The Health Activist’s Writers Month Challenge – Day 23 Technology


Write about how your life would change if there was no social media.

I kind of touched on this is some of the other posts that I have written.  What would I do, or better yet have done, if there were no social media?

No social media.  That means no Facebook, no Twitter, no Instagram, no Pinterest…etc.  That would be almost no interaction with other people with my disease.  Well, for most of my diseased life, I didn’t have any social media.  I grew up and was diagnosed in the 80’s.  There was no internet.  Computers were still in their infancy.  And  I think by now you know how I dealt with my disease.  I ignored it.  I didn’t know anyone else with IBD.  I didn’t talk to anyone about my disease.   I just lived day to day ignorant of what my disease was all about.

In all honesty, I haven’t been on social networks for that long.   I have only been on Facebook for maybe 5 years…Twitter for a little less.  Since I have had my disease for about 25 years, social media has played a small part overall in my life.  However, it has made a major impact.  It has helped me come to terms with what I have.  I have found an outlet to help speak my mind and deal with issues.

Social media has really helped me in one way.  It helped me get the courage to start this blog.  It was only after talking to some people that I decided to do this.  I would never have met them without social media.  It all started with YouTube.  That is where I saw videos of inspiration.   I then went to Facebook to talk to these inspirational people.   Without those two sites, I would still be alone with my disease.

Social media is also allowing me to help others.  One of my main goals now is to help others so they don’t feel alone with their disease….like I did.  Without social media, I probably wouldn’t be successful at it.  I could still write a blog but not many people would know about it or read it.

Our disease is often overlooked.  It doesn’t get the best research.  It doesn’t have tons of money thrown at it.  Many people don’t know what IBD is.  Social media is helping to change all that.  Us IBD Warriors are now coming together and spreading the word.  Thanks to social media, we have a voice now and maybe one day a cure.

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The Health Activist’s Writers Month Challenge – Day 11 Favorites


Write about your favorite social network. Do you love Twitter? Facebook? Pinterest? Why?

I can remember being a kid growing up in the 1980’s.  We would spend the day outside playing with our friends and having fun.  After school we would come home and actually do homework.  If we behaved we got to watch about an hour or two of television before going to bed.  Things were simple and fun.

Now, I can’t imagine not having a computer and on top of that, not having social media.  After I boot up my computer and checking emails, the first sites I go to are social media.  If I have a question or problem, I no longer Google them, but go to a group online and ask away.

But what is my favorite?  Honestly I don’t know.  I spend most of my time when I am home on Facebook.  I have met many people on there and belong to a number of groups…some IBD related, some not.  I was thinking of mentioning some of the groups but then I realized that they are closed groups so the people running them might not want me to mention them.  So I won’t.  But if you have IBD, just do a search and you will find a lot of groups that deal with IBD.  I have met so many great people from these groups and they really have helped me to deal with my disease.  It is the one thing that was always missing from my life…meeting people with my disease.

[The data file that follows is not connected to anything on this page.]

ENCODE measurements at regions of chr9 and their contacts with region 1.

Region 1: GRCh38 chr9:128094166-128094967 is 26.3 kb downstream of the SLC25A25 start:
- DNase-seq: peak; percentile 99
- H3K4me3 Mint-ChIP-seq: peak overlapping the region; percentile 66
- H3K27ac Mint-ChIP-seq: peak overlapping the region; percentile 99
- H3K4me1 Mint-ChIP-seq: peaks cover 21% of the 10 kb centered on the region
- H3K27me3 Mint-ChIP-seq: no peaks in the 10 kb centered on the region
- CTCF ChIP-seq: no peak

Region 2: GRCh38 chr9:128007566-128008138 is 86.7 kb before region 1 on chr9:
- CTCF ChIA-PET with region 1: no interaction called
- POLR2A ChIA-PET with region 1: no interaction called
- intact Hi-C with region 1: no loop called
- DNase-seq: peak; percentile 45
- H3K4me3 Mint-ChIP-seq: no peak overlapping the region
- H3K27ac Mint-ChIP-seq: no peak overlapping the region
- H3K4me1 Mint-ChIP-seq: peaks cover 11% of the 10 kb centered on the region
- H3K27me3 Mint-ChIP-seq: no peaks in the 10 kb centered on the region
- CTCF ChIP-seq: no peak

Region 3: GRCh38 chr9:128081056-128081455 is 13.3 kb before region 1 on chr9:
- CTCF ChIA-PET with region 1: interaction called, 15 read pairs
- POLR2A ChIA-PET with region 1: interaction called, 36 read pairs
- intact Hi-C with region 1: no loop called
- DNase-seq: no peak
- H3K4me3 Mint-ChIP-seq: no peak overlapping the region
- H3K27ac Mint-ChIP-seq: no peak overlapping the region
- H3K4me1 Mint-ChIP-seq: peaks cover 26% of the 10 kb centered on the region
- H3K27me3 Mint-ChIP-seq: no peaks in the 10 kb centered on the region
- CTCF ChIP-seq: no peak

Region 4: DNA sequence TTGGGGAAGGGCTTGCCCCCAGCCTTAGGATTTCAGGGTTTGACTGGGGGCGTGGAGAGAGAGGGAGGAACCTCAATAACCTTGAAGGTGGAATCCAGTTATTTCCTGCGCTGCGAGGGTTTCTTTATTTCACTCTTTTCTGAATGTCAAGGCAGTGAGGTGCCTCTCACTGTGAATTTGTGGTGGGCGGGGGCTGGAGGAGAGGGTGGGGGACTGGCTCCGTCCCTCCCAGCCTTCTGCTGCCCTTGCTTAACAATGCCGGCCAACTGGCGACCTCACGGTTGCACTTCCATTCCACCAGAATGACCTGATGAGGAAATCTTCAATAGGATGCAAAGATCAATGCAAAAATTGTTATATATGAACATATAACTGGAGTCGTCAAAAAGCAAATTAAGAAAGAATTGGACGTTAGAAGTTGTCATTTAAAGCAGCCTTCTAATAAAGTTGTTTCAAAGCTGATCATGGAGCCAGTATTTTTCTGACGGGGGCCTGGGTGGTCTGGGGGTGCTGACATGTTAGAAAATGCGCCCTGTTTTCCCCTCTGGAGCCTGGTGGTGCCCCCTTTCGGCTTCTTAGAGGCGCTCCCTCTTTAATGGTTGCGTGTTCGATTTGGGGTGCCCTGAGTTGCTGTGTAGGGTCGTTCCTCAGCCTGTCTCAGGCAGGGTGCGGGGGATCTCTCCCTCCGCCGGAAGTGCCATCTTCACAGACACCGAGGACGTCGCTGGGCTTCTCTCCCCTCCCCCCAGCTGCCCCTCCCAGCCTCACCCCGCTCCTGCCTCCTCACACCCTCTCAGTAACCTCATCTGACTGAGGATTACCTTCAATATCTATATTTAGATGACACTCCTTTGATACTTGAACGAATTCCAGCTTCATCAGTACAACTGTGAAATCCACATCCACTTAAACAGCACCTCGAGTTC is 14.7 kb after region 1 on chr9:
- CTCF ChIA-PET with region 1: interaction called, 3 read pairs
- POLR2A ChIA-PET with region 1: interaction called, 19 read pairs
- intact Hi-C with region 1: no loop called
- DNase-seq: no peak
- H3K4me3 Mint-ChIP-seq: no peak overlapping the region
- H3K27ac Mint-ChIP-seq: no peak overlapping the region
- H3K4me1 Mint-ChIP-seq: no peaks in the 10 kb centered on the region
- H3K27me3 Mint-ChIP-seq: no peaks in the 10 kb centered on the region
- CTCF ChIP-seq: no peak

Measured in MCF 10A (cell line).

Another great thing about Facebook is that it is Real Time.  You can chat with people instantly.  Not only have I met some great people, but I have talked with them one to one and gotten to know them better.  I have gotten to speak to some of my IBD idols and not only have they helped me out but I have been able to help them out also.  We can be there to be a pick me up for each other when needed. 

Besides Facebook, I use Twitter a lot.  Again, I have been lucky to meet a lot of people with IBD with this site.  Again, like Facebook, you can talk to someone in real-time.  The only drawback is that you are limited to the amount you can say.  A tweet has to be no more than 140 characters.  That may sound like a lot of letters but believe me, it isn’t.  There can also be a lag at times with Twitter so it isn’t always instant.

The last type of social media site I like, but don’t use as often is YouTube.  It was the site that helped get me started on my IBD journey.  It is where I got inspiration when I was sick.  It is where I learned I wasn’t alone.  It is where I met Sara, Maggie, Kelly, and many other inspirational people.  I myself tried using YouTube to start my blogging journey.  I quickly learned that I was a camera person and I can do better by typing out my thoughts.

Now, there are many more sites out there and some of you might like them.  That is fine.  I am not against sites like Pinterest or Instagram..I just don’t use them much for IBD related things.  Many people do use them so my advice is to go out and explore.  Don’t just take what I have to say as an end all.  Search the internet.  Explore around and find sites that are a good fit for you.  There are so many different websites out there.  Go out there and have some fun.  Just don’t forget to come home for dinner 🙂

Crohn’s Disease Warrior Patrol: A Charity Is Born


This is a repost from http://www.healthline.com/health-news/crohns-warrior-patrol-charity-sponsors-hospital-visits-031313  The article was written by Jaime Weinstein, a fellow online health activist

 

Crohn's Charity

No matter where you turn these days you see commercials and print ads featuring #Hashtags, links to Facebook and Twitter pages, and QR codes for corporate contests. However, social media isn’t just for advertisers; it’s for patients too.